And I've also tried to answer it (regarding Silver Age versions of Superman and Supergirl).
The rest of this post is cut-and-pasted from what I've said before, in a reply in another thread. Let me know if you think I got it all wrong!
This reminds me of a scene in "Many Happy Returns," the final story arc of PAD's "Supergirl" title.
Linda Danvers (Supergirl) finds Kara Zor-El (PAD's analog of Silver Age Supergirl) in an odd situation.
From Kara's perspective: She's trying to change the motion of the entire Planet Earth so that a huge, scary, oncoming meteor will miss it entirely. She seems to feel a considerable strain from what she's doing (or trying to do) -- but she knows it isn't working yet. She also knows this feat is possible for a Kryptonian in a solar system with a yellow sun because she's seen her cousin (PAD's analog of Silver Age Superman, in an alternate timeline) do this exact stunt before!
But from Linda's perspective: Kara is upside down, as if she's doing "a handstand." Her hands are pressed against the grassy ground of the yard or meadow she's in at the moment. Her feet are sticking up in the air. Beyond that, absolutely nothing is visibly happening as a result of Kara's efforts.
After an exchange of questions and answers in which Linda learns what Kara thinks she's doing and why, Linda loses patience and says, "Okay, on your feet," yanks Kara upright, and starts saying much the same things as you did about how, even if Kara could literally move an entire planet with her bare hands (which Linda doesn't believe in the first place), then the side effects of such a sudden, drastic change in its motion would cause horrifying amounts of death and destruction in the second place!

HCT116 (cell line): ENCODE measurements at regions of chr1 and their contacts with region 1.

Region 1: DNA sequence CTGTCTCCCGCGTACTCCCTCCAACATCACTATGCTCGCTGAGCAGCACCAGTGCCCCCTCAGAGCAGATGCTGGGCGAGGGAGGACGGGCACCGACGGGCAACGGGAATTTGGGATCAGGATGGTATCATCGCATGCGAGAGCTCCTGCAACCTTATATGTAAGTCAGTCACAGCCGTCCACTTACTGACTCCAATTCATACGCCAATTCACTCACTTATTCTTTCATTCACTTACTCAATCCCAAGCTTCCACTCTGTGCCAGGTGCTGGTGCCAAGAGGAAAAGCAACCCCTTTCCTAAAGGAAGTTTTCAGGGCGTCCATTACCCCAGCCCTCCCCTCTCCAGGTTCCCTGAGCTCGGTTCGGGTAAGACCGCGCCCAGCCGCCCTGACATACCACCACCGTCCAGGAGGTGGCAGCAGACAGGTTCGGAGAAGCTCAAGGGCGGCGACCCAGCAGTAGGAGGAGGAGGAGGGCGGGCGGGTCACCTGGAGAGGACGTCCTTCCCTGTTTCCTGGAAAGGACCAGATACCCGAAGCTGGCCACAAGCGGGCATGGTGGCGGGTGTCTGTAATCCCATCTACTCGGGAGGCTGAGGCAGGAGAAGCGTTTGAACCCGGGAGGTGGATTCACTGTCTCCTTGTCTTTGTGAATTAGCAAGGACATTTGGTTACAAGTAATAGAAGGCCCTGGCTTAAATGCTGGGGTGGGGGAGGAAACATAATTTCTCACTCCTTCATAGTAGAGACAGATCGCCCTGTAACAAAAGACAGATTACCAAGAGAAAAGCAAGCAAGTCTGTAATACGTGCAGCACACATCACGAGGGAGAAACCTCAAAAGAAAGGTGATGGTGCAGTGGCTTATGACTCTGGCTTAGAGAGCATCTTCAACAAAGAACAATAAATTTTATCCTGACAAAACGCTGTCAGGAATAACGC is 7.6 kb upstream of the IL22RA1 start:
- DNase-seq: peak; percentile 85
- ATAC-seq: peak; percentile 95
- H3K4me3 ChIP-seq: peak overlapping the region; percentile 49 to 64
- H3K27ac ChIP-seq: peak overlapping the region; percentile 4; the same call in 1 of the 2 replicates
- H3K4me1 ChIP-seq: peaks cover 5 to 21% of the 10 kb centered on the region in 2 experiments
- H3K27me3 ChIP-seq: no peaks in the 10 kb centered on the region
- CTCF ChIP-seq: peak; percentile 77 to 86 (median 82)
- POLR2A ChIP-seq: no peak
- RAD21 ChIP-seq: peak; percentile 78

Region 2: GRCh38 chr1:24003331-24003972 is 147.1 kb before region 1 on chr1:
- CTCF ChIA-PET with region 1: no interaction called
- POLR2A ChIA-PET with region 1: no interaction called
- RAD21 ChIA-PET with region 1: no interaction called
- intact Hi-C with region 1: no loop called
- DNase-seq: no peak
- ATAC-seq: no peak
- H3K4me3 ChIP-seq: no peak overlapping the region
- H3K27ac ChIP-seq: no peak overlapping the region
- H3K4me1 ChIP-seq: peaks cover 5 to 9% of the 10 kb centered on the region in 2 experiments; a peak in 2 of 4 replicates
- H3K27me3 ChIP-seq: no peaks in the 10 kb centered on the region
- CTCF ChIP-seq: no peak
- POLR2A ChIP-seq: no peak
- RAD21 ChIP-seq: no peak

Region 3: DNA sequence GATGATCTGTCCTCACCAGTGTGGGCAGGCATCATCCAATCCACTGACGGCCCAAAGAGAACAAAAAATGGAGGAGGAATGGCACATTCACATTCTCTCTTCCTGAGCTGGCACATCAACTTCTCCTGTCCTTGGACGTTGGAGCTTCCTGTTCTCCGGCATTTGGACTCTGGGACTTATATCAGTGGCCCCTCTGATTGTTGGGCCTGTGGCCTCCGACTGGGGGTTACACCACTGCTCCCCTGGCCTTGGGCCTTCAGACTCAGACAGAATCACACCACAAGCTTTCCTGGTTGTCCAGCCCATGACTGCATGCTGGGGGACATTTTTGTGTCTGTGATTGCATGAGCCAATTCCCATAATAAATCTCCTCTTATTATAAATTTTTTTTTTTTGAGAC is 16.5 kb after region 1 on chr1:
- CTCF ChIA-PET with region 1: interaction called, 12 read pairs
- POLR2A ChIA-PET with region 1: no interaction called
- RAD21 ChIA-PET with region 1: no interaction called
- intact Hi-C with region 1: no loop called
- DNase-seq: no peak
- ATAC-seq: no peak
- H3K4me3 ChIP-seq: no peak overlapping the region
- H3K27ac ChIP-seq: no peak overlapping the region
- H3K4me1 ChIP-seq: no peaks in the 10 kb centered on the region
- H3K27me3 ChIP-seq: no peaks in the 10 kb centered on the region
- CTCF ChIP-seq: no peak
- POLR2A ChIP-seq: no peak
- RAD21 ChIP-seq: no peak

(And in the third place, Linda's already heard a report that the JLA went out into space to deal with the giant meteor themselves, and by now they've probably finished smashing it into harmless little pebbles -- but for our purposes, that's not really the point.)
To me, the most significant thing about this amusing little scene is the fact that even though Kara thought she was making an extreme effort to push the Earth in a different direction, nothing was happening as viewed by an outside observer.
For instance, her super-strong hands weren't even pushing their way into the ground, making holes in it. And by the same token, her invulnerable body (capable of flying at super-speed as it passes right through practically any form of solid matter) was not drilling its way down below the Earth's surface at high speed. (Nor even at low speed!).
So my interpretation is that Kara wasn't really using conventional "super-strength" at all in that scene; nor was she trying to "fly straight down at high speed" in order to transfer some kinetic energy in a hurry from herself to the mass of the Earth.